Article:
I can think only of one downside that open source projects bring - they require more management.
There are more "downsides" than that, but probably one of the most important.
Many people have the wrong idea that Open Source is "just Upload it on Github" and than everybody will be happy.
The reality is much more complicated:
- Educate Developers, because Open Source require additional skills and concepts
- Decide the License.. GPL, MIT, and so on...
- Crosscheck how to bring the code to this level of license
- Define Guidelines (companies have their guidelines, but in that case you need to write something for outsiders)
- Create Internal and External Workflow (Unit Test, CI, etc)
- Have at least one Developer and one "Community Manager" which take care of "community management" (Pull request, Handle Complaints, etc)
- Decide if and how people could use the code (parts are handled by License, but what about API Keys availability for Server-Connection?)
And this is just a small list I made now. Even if somebody will not like: Look how long it takes for Microsoft to Open-Source their .Net Framework and they put a lot of efforts in it (Manpower, Money, Commitment). Sure the GoG Galaxy Client is not that complicated and therefore would not take over a year for a 45% Coverage of "migrate the code to Open Source". Still it's not just "a bit more management"...
So will these efforts make a big impact for the development and evolving of the client? Another Downside: Defiant children - Syndrome
If you observe the development of other "bigger" open source projects you will see that they took time to build their current state. And some of them can only work, because there is a Repository Owner who just reject stuff and don't comment or even discuss about some topics.
Nobody will be angry if Linus do it. But what about GoG?
What if they decline any "Reverse-Engineered Skype-Client with Ingame Chat" - Pullrequest? Some people would complain, some would make a fork and suddenly we have several clients out there with an illegal feature. GoG will maybe enforced to stop these client from working: So GoG will be the bad guy (not DMCA, not the forks)
And how many of you can remember the "good old days" when a friend told you he has a new modified MSN/ICQ Messenger which is really cool and you should also install and suddenly these clients were Scamware? Do we need something like that for GoG?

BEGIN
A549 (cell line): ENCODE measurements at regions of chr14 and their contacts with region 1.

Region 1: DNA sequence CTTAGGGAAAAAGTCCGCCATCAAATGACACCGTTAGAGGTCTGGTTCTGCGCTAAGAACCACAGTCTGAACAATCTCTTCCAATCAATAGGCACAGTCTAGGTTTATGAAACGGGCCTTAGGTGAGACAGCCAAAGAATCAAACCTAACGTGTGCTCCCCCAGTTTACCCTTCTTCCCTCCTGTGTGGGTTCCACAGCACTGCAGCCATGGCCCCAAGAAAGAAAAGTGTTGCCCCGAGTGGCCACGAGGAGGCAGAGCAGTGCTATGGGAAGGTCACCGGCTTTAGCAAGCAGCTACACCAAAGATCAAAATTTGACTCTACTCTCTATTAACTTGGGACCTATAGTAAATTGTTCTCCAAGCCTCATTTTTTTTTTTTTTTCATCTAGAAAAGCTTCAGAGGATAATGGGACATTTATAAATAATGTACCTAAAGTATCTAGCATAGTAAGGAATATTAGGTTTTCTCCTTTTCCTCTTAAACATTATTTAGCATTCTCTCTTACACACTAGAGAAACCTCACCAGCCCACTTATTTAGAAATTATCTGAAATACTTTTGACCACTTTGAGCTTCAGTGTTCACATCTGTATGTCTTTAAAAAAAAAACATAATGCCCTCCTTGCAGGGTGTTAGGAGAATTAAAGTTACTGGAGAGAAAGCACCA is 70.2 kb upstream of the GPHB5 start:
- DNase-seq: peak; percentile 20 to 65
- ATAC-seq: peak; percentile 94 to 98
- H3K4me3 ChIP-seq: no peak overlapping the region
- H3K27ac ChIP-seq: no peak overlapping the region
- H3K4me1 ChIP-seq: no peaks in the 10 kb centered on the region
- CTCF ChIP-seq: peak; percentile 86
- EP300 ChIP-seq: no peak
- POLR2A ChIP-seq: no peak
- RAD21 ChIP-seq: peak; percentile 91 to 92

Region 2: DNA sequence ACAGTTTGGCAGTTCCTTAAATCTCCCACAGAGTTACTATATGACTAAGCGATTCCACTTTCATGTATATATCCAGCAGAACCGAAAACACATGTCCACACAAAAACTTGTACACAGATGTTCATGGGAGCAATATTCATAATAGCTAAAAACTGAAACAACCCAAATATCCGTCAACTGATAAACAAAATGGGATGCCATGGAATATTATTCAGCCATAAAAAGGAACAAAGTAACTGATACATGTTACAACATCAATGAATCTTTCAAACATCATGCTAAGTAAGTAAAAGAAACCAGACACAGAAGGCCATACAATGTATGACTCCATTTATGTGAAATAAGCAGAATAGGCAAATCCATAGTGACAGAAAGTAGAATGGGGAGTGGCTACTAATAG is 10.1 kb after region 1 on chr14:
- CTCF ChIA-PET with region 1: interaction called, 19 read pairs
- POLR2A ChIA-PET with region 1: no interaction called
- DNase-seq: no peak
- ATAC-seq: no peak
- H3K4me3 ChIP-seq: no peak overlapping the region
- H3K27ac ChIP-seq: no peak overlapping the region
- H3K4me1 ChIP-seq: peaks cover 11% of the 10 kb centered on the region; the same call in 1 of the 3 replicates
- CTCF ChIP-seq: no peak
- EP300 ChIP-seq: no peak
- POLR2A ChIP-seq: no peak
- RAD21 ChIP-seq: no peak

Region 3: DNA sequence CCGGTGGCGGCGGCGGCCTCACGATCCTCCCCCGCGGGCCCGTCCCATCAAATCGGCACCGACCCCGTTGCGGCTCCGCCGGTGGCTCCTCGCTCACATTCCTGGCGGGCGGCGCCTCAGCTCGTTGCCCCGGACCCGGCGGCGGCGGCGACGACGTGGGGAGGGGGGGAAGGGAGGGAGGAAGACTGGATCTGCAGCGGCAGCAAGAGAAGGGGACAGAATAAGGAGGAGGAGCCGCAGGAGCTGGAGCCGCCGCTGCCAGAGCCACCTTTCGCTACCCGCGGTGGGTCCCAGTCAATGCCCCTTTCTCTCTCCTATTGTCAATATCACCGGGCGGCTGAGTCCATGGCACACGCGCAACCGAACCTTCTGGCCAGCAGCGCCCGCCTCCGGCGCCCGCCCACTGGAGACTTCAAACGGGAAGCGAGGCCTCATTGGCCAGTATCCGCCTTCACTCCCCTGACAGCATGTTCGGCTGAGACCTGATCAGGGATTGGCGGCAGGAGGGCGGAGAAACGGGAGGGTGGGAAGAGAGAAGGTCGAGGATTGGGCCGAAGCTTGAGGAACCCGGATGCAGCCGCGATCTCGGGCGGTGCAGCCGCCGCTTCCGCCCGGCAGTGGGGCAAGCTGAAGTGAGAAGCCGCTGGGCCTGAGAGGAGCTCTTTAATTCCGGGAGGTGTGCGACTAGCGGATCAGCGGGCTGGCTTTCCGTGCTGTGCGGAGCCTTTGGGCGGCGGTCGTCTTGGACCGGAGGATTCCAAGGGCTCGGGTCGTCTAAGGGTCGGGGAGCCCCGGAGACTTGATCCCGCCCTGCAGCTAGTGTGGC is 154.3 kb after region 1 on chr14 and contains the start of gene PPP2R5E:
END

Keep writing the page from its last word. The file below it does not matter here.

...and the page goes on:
As for the installer: I don't mind if it's open source. The possible risk/impact is quite low.
As for a client: I don't see any real reason for being open source because the possible risk is too big (if you have a steam-like client in mind in features and functionality ... except the DRM)
Just some additional words about the Overall "Open Source"-Religion: Miss understandings
Open Source is no guarantee of trust, security or stability. Open Source is just an opportunity. Whats?! But!
Open Source give the opportunity to check the code. It gives the opportunity to make penetration tests and see if anything is strange. But in the end somebody has to do it and anybody else have to believe/trust in him/her.
In the last 1.5 years we saw many open source projects fail in security. Some of these bugs were really old and nobody found them. Because nobody checked it. Everybody believed that "someone would do it and would write if something is strange". Just because Edward Snowden appeared (and hinted that some popular Open-Source has big flaws), a few people started to do the dirty work and make checks... so by coincidence really old bugs were found.
The same goes on trust.
Whatsapp has now the Textsecure Encryption implemented. Still nobody could check the servers (And there are some assumption that it is not well implemented).
If you bring it to GoG Galaxy: Nobody would know if the client or the server would be 100% as the source code is. And because some crucial information are not in the source code (lets say API Keys for the service) we could not be cross checking by just compile the code and run.
You even saw it on TrueCrypt -> It took quite a lot of work to audit the software. Even if it was open source... It goes down to two simple questions
How many of you are able to contribute by coding? How many of you are willing to do it? Because: "Somebody" is in the end often just "nobody".